Remember to Remove Vole Guards

April 20, 2017

If you haven't done so already, remember to remove vole guards from orchard trees asap – and then keep an eye on tree trunks for signs of borers. For other spring orchard-care tips, see C.J. Walke's article "In the Orchard – A Calendar to Guide Apple Tree Care" in The Maine Organic Farmer & Gardener. And remember, too, Walke's advice that "the best orchard activity is the frequent observation of tree and fruit growth, combined with an awareness of life in your orchard ecosystem."

 

Fall Orchard Care Can Reduce Disease Pressure

October 20, 2016

Fall cleanup can help control fungal diseases in orchards. For example, apple scab overwinters on infected leaf and fruit tissue, so remove all fruit, especially mummies, from trees, and augment leaf decomposition by mowing and spreading compost and/or applying fish hydrolysate to encourage microbial activity on the orchard floor. MOFGA's organic orchardist, C.J. Walke, offers these and other tips in his article "Fall Reminders and Income from a Diverse Young Orchard" in the fall issue of The Maine Organic Farmer & Gardener.

Trapping Orchard Pests

August 11, 2016

Traps can provide helpful information about pests in your orchard ecosystem. Traps are also useful in young plantings that have yet to fruit or are in their first years of fruit bearing but have not yet reached marketable yields. Collecting and retaining this information will highlight trends in your orchard system and help establish methods of pest control before populations escalate. Read about traps for codling moths and apple maggots in C. J. Walke's article in The Maine Organic Farmer & Gardener, "Trapping Orchard Pests," so that you can plan to use these traps next year.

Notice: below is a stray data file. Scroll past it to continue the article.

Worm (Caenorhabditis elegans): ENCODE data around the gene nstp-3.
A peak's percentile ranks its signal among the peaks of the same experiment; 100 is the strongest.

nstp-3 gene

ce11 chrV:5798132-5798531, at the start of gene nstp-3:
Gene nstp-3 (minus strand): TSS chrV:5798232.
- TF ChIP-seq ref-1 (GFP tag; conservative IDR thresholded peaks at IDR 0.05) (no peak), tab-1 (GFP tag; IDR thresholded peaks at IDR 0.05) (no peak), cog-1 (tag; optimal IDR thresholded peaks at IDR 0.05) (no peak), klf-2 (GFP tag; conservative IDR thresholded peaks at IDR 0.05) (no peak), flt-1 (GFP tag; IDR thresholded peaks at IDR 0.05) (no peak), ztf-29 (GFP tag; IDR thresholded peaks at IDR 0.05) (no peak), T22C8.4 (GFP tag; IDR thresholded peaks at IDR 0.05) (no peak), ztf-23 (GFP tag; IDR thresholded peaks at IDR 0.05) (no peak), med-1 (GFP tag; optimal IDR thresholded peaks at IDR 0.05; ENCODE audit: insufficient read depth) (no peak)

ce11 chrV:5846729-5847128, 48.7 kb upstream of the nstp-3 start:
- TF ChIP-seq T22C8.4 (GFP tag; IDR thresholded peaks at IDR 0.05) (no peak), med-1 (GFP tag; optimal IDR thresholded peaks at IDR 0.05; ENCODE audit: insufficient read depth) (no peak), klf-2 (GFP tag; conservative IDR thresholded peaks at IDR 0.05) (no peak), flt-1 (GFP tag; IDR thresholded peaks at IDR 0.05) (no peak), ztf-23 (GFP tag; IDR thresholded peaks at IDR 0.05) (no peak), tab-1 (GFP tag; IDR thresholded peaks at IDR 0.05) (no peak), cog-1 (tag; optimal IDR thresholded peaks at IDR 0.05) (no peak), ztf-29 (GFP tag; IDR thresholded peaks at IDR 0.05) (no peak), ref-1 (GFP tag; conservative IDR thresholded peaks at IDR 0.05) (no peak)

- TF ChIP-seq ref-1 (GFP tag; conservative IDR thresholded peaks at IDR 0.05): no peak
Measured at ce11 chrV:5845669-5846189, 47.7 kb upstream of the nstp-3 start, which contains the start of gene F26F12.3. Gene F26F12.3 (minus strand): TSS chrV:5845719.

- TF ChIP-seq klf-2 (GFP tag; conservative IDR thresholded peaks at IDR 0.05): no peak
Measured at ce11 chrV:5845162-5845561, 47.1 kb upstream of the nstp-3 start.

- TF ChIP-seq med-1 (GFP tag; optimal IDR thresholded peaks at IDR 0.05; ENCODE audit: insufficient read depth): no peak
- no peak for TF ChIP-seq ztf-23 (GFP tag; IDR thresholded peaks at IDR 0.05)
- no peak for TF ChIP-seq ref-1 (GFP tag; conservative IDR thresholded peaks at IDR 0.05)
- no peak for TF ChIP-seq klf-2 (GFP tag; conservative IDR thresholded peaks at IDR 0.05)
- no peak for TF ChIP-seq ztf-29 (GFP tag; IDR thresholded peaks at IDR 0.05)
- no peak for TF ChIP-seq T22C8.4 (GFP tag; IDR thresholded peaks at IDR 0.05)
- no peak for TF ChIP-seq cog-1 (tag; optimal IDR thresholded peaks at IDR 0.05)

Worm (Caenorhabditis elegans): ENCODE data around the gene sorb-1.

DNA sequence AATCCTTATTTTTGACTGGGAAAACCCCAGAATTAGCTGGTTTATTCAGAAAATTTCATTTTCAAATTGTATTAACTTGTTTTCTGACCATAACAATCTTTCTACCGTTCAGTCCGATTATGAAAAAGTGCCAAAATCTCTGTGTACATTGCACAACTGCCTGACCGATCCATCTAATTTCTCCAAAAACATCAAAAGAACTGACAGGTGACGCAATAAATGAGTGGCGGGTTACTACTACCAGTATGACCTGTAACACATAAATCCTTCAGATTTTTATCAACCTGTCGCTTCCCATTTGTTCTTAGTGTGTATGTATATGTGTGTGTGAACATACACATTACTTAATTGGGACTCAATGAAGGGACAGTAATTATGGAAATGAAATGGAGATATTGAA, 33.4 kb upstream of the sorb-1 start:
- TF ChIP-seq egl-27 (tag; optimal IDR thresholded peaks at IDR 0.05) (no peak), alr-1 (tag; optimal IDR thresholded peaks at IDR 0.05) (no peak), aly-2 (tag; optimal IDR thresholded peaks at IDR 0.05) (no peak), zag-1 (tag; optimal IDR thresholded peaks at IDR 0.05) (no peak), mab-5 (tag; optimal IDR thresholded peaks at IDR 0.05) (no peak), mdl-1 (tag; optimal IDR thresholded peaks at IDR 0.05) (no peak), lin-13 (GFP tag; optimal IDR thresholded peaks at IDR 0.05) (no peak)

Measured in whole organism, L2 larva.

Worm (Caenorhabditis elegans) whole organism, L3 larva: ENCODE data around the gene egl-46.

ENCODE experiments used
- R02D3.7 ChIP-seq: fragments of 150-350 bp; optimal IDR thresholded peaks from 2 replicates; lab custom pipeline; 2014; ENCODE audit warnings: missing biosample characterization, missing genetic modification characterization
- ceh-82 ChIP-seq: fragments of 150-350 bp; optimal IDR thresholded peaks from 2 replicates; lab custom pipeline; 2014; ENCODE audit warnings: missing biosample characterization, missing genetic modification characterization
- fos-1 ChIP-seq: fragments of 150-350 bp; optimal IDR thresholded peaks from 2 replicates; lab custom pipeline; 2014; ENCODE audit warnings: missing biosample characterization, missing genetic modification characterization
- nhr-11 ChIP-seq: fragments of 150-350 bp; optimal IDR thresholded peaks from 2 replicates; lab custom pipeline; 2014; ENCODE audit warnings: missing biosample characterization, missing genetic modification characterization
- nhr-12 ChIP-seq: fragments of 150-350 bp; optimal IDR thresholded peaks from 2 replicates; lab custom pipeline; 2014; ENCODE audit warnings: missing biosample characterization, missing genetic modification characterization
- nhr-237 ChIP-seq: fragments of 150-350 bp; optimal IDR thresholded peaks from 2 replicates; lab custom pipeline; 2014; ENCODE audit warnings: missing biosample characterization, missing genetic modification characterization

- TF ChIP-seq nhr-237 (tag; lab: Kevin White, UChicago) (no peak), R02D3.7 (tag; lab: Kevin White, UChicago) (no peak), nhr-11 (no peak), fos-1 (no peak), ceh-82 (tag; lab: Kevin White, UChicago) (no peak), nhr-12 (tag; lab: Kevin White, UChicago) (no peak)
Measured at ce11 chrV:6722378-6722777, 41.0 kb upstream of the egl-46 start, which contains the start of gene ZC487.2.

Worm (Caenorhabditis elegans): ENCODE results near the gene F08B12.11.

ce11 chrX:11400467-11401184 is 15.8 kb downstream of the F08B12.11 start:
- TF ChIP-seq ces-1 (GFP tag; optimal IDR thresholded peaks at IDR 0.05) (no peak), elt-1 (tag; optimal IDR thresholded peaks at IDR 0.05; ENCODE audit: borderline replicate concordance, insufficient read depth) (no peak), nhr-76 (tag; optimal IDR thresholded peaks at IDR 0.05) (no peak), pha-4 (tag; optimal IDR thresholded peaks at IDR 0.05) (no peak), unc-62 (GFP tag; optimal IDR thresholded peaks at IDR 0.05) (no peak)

Protect Fruit Trees from Voles

November 5, 2015

To avoid losing a young fruit tree, place vole guards around trunks before the first snowfall, says MOFGA's organic orchardist, C.J. Walke. This barrier prevents voles from eating the bark. Spiral plastic guards wrap around the tree trunk but must be removed in spring, since they can harbor insects and diseases if left. Plastic or metal mesh guards are loose fitting and can stay on year-round as long as you can enlarge them as the tree grows. For more about fall orchard care, see Walke's article "In the Orchard: Get Ready for Winter."